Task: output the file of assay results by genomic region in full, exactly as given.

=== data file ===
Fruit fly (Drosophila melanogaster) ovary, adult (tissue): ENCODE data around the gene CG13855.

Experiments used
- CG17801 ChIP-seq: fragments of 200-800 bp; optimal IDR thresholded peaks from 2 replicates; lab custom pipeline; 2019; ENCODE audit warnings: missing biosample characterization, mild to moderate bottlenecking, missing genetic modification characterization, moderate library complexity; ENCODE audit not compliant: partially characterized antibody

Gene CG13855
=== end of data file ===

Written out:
Fruit fly (Drosophila melanogaster) ovary, adult (tissue): ENCODE data around the gene CG13855.

Experiments used
- CG17801 ChIP-seq: fragments of 200-800 bp; optimal IDR thresholded peaks from 2 replicates; lab custom pipeline; 2019; ENCODE audit warnings: missing biosample characterization, mild to moderate bottlenecking, missing genetic modification characterization, moderate library complexity; ENCODE audit not compliant: partially characterized antibody

Gene CG13855